While it's technically possible thatthe planet was bornin the Milky Way and then stripped from its parent star by the interlopingHIP13044, the odds of that happening are minuscule, researchers said.

So HIP 13044 almost certainly has anextragalactic origin.

"We can be pretty sure about that,"Klement "Stellar encounters in the Milky Way essentially don'toccur.The chance that the star captured the planet from another star by anencounteris very, very unlikely."

Rethinking theories ofplanet formation

Most of the nearly500 alien planets discovered so far orbit metal-rich stars,researcherssaid. And a metal-rich star is fundamental to the dominant theoryexplaininghow giant planets form — the core-accretion model.

This model posits that dust and gasparticles circling ayoung star cling together and gradually become larger, forming rocks,bouldersand eventually the stony cores of giant, gassy planets like HIP 13044b.

Because its parent star is sometal-poor, HIP 13044b mayhave formed in a different way, researchers said. The planet may havearisenvia the gravitational attraction between gas molecules, through aprocesstermed the disk-instability model. So it may not have a rocky core atall.

"You are able to form pure gasplanets by this method,"Klement said.

The fact that such a metal-poor starcan host planets shouldinspire astronomers to look at other stars like it, Klement added.Astronomershaven't examined many up to this point, so they don't have a goodhandle on howfrequently planets might pop up around low-metal stars.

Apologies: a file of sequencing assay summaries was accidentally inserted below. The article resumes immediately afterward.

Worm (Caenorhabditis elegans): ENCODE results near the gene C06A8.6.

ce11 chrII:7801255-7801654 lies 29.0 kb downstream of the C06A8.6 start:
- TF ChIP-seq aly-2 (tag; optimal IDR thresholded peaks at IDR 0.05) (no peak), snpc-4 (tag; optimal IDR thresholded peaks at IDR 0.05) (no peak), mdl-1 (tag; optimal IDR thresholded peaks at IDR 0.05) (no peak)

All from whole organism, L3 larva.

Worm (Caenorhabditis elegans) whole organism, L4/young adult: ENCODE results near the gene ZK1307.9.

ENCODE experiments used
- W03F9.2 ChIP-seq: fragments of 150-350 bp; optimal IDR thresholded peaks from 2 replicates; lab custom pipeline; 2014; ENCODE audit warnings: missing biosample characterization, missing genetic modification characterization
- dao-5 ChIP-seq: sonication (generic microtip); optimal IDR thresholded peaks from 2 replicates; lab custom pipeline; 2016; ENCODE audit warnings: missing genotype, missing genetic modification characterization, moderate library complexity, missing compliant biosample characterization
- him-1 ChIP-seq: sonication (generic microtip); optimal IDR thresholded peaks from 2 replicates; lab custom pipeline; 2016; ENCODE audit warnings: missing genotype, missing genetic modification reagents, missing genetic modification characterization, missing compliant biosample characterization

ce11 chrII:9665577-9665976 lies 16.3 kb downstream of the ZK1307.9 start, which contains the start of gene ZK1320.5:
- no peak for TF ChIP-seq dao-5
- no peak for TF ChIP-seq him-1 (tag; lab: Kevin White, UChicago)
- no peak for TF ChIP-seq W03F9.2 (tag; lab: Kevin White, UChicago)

The discovery also hints that planetsmay have studded thecosmos from the universe's early days — back when pretty much all starsweremetal-poor.

"You can think of the very firststars in the universe,or the second or third generation of stars," Klement said. "Couldthey already have been able to form planets? That's a very fascinatingquestion."

Vision of our solar system'sfate?

Our own sun is on the samestellar-evolution track as HIP13044; scientists predict it will bloatinto a red giant in 5 billion years or so. So astronomers maybe able tolearn something about the fate of our solar system by studying HIP10344b andits parent star, researchers said.

That fate would not be pretty forEarth. HIP 13044b likelyonce orbited much farther away from its star but spiraled closer andcloserduring the red giant phase due to friction with the swollen star'senvelope,researchers said. Any more interior planets would have been destroyedduringthis process.

When our own sun enters its red giantphase, Earth willlikely get cooked.

"The inner planets, including Earth,maybe will notsurvive," Setiawan told "But Jupiter, Saturn and the outerplanets might move to closer-in orbits, exactly like we detected."

HIP 13044b is a survivor, but itwon't live forever. Itsparent star is due to expand again in the next phase of its stellarevolution,researchers said, and this time the planet will almost certainly beengulfed.

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Mike Wall
Senior Space Writer

Michael Wall is a Senior Space Writer with and joined the team in 2010. He primarily covers exoplanets, spaceflight and military space, but has been known to dabble in the space art beat. His book about the search for alien life, "Out There," was published on Nov. 13, 2018. Before becoming a science writer, Michael worked as a herpetologist and wildlife biologist. He has a Ph.D. in evolutionary biology from the University of Sydney, Australia, a bachelor's degree from the University of Arizona, and a graduate certificate in science writing from the University of California, Santa Cruz. To find out what his latest project is, you can follow Michael on Twitter.